Any final thoughts before we wrap up this interview?
Today in the our Rickson Interview Series: Rickson answers is it still practical in the application of self-defense Jiu-Jitsu to control my opponent until help arrives?
BJJ Legends: It's been said that in a self-defense situation, a realistic consideration of holding on until help arrives is a viable option. What are your thoughts on that?
Rickson: Depends. I mean, if you're talking about self-defense in a situation where I'm in a regular equal situation, I can hold the guy for the cops arrive or whatever. But if I know, by holding the guy, his friends will come, or if I'm a fragile woman who has just gotten space and get out of there, it's a completely different feeling of how you have to protect and survive. I feel like jujutsu's capable to give to the opponent a very complete spectrum of the possibility, either to deflect the energy and try to escape, either to kick the guy's butt, whatever it is, the need. In some cases, the opponent is bigger, stronger, meaner, you wanna just the deflect, get space and get out of there as quick as possible. The options are there and the way you're gonna use it will depend of the need.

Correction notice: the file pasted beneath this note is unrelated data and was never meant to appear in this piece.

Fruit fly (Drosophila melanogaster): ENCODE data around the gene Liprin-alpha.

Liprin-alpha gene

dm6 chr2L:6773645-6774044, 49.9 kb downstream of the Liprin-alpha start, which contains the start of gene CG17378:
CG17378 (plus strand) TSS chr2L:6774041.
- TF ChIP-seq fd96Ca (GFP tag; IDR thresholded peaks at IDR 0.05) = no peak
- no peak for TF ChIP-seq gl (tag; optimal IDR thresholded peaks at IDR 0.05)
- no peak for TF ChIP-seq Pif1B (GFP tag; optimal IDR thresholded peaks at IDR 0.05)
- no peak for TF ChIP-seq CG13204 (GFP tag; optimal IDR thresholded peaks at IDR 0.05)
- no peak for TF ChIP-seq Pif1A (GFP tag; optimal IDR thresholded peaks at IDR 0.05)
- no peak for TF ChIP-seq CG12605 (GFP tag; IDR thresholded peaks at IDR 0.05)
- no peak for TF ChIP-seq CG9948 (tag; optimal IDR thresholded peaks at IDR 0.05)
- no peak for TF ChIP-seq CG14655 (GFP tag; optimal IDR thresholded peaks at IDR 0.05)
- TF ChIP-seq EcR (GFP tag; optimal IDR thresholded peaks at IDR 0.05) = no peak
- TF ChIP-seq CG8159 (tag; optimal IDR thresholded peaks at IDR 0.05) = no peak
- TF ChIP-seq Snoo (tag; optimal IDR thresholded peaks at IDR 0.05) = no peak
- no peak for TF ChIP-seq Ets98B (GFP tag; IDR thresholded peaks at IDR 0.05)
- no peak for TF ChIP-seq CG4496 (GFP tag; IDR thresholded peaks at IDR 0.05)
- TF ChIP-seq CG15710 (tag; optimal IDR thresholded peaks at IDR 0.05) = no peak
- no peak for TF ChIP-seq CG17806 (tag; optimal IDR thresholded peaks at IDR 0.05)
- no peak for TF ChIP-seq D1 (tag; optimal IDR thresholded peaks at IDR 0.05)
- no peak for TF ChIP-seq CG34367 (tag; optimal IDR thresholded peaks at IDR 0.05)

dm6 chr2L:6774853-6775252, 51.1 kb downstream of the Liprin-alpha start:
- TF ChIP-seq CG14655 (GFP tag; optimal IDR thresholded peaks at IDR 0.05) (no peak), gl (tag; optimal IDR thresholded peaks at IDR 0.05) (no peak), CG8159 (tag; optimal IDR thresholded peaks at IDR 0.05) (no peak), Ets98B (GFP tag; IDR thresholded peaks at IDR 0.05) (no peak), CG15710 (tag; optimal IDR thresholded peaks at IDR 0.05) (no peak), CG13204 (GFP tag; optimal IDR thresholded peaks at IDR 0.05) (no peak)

Tomorrow: Rickson answers the question, Do we still need self-defense taught in Jiu-Jitsu Schools?
Today in the our Rickson Interview Series: Rickson answers the question, Do we still need self-defense taught in Jiu-Jitsu Schools?
BJJ Legends: I spoke with a Jiu Jitsu black belt who told me that he felt that self-defense, the self defensive aspects of the art, were no longer necessary. His opinion, the capable blue belt would be able to handle themselves on the street in a self-defense situation, if they had experience competing under the supportive elements. This sounds like to me that you don't believe that.
Rickson: I definitely don't believe that.
BJJ Legends: Why, why not?